Wales has cute little trains that carry coal from the mines. Absolutely adorable. Wales boasts many historic castles including Canaervon where the Prince of Wales is crowned. When England finally conquered Wales, King Edward promised the Welsh people a prince who would be born in Wales and speak the Welsh language (which is a jumble of unpronounceable consonants). Luckily, Queen Eleanor was pregnant. The King had her journey to Wales where she fortuitously gave birth to a boy, the first Prince of Wales. Whew! I just wish I could find those plaid shorts. I lived in them at one time, so they are probably in shreds, wherever they are.
England is very beautiful. Scotland is awesome and Wales reminded me of Colorado, with all the rocky outcrops and streams...and the sheep. Millions of sheep. I mean, millions of them. I spent some time in Brighton with my friend, Craig. He had a cavernous apartment near the beach where Quadraphenia with The Who was filmed, and next door to where the IRA nearly blew up Prime Minister Margaret Thatcher. There were cameras all over his building and secret codes to get through the front door because an MP lived there. I loved the rocky pebble beach, where, quite accidentally, I found myself sitting next to a gay section. At first I couldn't figure out why there were so many nudes and males only. I quietly moved my towel down the beach in the other direction. We set out to tour castles in Wales stopping at the lovely Amberley Castle Hotel somewhere in the south of England along the way.
Sunday, July 24, 2011
We had our ceremonial farm sign hanging this morning. The sign looks great, and not at all too big as I feared. With all the milk weed and apple trees along the culvert you can hardly see it. Luke was a big help. Hannah was still sleeping in the celebrity trailer. We were all knocked out by the heat yesterday. All the setting up and loading up at the market, along with chatting up customers all day, really takes it out of you. Cooler today and, although hot and humid, much more manageable.
Still dealing with the loss of my llama, Chris, but he is gone and, as Texas Ranger Gus McCrae of Lonesome Dove would say, best way to deal with death is to get on your horse and ride away from it. Makes sense to me. Who knows what role that meningeal worm had in cutting short his life. At least he doesn't have to drag around that bum leg anymore. He had a good life which I will write about in my own time. I got him out of a tiny yard with 29 other llamas in NJ and he had acres and acres of fields, ponds and trees to enjoy. I sure did love that big guy and his little white friend, Breeze, who succumbed to that brain worm, carried by the deer, that is so prevalent here in New York. Matt was a big help to me with getting him to the dead pile as the sun came up and the temp hit 100 F. Chris was a huge llama and must have weighed 500 pounds but somehow we got him up on the flat bed and the field was dry enough that we didn't sink in. The coyotes are eating well I'm sure.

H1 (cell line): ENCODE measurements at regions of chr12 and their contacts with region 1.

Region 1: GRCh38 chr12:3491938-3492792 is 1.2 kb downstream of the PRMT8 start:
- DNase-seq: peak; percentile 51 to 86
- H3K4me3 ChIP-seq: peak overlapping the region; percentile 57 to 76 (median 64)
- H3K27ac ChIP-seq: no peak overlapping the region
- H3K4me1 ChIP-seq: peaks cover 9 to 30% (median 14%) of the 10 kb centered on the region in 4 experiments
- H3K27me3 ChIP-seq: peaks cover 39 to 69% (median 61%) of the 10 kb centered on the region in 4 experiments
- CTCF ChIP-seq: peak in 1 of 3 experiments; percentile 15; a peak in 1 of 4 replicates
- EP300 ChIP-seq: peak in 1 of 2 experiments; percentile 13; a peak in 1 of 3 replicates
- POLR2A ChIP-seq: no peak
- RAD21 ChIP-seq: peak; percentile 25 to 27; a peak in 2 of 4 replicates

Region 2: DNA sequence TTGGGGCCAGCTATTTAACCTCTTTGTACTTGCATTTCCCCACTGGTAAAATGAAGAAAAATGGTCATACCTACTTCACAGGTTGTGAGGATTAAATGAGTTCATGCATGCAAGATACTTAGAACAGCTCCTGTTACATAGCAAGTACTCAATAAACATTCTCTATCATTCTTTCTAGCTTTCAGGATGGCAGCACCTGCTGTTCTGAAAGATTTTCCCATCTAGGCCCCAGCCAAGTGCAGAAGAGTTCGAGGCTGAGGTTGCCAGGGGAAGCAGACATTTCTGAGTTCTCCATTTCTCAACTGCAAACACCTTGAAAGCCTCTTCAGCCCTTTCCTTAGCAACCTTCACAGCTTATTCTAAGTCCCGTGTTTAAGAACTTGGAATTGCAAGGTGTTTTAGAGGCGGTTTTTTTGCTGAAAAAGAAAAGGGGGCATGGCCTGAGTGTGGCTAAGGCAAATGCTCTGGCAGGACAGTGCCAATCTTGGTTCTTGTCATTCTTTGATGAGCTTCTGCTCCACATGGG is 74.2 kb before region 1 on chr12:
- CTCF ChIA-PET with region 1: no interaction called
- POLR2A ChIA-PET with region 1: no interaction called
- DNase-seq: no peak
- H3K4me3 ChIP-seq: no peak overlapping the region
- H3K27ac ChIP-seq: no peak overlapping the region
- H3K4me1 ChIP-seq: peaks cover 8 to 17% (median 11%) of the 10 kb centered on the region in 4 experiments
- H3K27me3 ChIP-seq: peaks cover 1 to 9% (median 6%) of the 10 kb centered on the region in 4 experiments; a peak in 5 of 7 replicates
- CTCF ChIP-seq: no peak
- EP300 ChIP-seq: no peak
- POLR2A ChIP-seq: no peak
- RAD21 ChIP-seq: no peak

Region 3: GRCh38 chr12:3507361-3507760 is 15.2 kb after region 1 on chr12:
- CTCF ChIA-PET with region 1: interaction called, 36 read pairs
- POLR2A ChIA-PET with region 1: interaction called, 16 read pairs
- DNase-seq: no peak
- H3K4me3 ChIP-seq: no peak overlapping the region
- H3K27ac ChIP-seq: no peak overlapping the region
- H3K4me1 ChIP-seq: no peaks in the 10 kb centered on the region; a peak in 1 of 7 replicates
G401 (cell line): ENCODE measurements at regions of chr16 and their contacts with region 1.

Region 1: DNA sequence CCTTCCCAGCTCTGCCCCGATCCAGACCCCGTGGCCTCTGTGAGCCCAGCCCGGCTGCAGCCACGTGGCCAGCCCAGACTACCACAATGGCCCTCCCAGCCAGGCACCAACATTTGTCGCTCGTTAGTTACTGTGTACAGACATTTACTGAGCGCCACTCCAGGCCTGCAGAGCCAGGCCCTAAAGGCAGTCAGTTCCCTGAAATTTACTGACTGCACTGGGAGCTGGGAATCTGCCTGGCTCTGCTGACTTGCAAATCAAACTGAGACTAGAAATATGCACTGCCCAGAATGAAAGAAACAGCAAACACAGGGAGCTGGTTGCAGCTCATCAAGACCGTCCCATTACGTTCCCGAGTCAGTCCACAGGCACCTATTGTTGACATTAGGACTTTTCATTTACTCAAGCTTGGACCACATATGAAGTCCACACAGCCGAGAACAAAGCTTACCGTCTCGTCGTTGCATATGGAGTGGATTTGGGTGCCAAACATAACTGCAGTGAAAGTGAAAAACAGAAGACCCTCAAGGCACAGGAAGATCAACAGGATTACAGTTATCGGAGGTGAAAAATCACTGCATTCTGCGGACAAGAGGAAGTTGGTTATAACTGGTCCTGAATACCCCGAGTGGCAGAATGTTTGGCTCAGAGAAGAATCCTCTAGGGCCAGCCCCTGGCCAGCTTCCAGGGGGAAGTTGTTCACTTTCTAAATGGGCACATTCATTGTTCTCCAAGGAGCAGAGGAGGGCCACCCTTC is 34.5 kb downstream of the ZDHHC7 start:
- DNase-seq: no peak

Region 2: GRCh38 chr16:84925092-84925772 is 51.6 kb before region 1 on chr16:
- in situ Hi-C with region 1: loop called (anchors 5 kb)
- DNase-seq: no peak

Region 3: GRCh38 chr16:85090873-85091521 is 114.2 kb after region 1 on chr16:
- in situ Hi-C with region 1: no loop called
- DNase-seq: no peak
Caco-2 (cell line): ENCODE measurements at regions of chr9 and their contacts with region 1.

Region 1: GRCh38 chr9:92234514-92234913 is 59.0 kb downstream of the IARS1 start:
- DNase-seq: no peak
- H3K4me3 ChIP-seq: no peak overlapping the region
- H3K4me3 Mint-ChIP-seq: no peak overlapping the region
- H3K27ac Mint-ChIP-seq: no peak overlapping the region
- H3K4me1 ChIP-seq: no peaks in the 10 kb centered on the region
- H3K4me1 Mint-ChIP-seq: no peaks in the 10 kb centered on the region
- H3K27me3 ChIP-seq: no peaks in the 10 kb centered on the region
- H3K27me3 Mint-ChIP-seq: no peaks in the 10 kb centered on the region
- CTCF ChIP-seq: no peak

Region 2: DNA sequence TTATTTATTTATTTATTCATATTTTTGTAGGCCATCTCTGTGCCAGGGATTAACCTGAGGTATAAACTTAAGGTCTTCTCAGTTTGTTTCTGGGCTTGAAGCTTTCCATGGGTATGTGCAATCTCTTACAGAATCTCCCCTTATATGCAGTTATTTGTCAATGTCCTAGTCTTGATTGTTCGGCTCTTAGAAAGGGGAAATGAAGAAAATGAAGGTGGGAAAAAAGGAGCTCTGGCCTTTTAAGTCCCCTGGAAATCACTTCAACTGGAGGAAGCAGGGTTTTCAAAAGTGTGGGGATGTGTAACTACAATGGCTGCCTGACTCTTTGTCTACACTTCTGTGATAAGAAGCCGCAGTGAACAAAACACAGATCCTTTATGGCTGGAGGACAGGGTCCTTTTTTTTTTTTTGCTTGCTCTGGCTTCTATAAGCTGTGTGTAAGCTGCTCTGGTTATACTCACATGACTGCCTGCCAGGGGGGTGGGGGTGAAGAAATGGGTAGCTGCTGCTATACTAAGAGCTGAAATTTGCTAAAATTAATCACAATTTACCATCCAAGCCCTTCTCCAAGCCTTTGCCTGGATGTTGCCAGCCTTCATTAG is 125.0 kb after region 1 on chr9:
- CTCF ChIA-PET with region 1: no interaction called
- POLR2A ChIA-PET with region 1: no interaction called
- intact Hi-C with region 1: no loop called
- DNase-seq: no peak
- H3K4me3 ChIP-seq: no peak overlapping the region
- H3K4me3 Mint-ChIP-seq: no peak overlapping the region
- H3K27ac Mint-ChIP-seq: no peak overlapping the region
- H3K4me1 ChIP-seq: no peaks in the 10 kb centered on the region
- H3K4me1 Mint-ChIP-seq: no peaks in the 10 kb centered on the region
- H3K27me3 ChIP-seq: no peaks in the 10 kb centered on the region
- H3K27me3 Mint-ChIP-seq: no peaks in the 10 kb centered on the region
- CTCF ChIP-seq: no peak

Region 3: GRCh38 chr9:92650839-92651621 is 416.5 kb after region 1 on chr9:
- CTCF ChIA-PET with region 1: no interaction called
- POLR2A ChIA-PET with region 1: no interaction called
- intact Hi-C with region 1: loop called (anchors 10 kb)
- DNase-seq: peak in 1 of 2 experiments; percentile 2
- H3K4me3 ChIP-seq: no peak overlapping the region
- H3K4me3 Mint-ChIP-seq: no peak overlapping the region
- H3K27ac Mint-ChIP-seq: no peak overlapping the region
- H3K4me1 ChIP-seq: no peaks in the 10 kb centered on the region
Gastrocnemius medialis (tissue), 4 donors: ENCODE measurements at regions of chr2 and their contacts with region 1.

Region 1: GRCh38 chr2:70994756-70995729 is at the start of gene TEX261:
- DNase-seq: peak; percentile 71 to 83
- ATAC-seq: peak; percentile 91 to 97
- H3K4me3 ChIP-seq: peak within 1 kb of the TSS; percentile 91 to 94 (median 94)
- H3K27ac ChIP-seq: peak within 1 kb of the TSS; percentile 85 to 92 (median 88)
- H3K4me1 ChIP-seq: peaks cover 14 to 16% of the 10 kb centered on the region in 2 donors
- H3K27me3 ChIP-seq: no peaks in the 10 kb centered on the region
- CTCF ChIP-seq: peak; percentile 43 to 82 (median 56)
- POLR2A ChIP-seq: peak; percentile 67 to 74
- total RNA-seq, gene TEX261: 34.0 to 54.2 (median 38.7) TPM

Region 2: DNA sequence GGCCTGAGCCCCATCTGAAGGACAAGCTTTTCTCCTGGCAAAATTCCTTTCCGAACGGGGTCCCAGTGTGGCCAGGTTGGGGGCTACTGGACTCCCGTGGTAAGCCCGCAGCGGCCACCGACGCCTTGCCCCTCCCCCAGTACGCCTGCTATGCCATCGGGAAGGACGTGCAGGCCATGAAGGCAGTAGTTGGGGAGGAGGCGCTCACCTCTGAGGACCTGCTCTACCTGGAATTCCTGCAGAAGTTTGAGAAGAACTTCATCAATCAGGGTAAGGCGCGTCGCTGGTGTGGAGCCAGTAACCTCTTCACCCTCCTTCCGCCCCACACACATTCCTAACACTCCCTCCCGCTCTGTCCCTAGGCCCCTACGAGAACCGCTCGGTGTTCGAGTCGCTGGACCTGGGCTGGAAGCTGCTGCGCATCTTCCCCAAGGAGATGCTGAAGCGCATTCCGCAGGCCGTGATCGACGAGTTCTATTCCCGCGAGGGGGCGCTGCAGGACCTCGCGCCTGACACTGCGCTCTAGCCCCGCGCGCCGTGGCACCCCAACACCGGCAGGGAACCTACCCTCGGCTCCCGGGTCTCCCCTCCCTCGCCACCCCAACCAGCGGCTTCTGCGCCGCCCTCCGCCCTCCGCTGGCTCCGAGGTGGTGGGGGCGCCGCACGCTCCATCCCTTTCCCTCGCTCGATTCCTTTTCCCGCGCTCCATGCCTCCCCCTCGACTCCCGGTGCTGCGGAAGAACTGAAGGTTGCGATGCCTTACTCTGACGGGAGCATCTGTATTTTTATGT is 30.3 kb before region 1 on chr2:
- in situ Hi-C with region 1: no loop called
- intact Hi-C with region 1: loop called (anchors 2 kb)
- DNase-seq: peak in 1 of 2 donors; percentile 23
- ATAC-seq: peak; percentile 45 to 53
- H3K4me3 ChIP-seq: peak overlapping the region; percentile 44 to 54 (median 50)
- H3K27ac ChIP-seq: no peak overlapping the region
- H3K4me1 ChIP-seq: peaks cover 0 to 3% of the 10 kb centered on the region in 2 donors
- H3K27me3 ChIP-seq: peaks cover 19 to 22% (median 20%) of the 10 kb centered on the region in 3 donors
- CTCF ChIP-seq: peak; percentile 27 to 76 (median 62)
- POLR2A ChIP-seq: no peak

Friday, July 22, 2011
Thursday, July 21, 2011
When the temp climbed up to 100 there was nothing else to do but go back to the falls. Shepherd Mary and her friend, Robert, joined us there. We stayed two or three hours then climbed the hill back to the field where our car was parked. I finished my farm sign while the kidlets chilled. I can't hang it until I get a coat of poly on it. I'm hoping for Sunday. Hannah and Luke are a big help with chores. The barn temp was 88 last time I looked. The sheep are taking the heat well, and lying on the cool mud inside the barn during the day, then going out to graze at night. The sight of sheep panting is so odd, but they do it. Sometimes I think they pant to make me feel sorry and give them some corn. Not working!!
Wednesday, July 20, 2011
Back from a lovely time at the waterfall. What a blessing it is, to have this oasis in our back yard. We were hot and uncomfortable, but after soaking a while in the icy spring water we are cool for a few hours. I suspect we'll be back tomorrow, as the temps will spike to the upper nineties. Relief is coming on Friday with temps and humidity lowering. The weather should be good for the Hamilton Market on Saturday. Relief is also on the way in the form of the two sequels to Hannah's "Fallen" series. She was reluctant to finish Fallen because she would want to immediately start on "Torment" and "Passion." These best sellers by Lauren Kate are all the rage right now and Hannah says Fallen is really good. Annie is shipping the sequels to Hannah via Amazon.com and UPS, and a book for Luke. I have my New Age music channel on, black bean salsa in the making, and the kids are reading quietly. Hannah wants pork chops for dinner which I'll have to retrieve from the tractor shed freezer. No problem - I'm glad she's so easily pleased.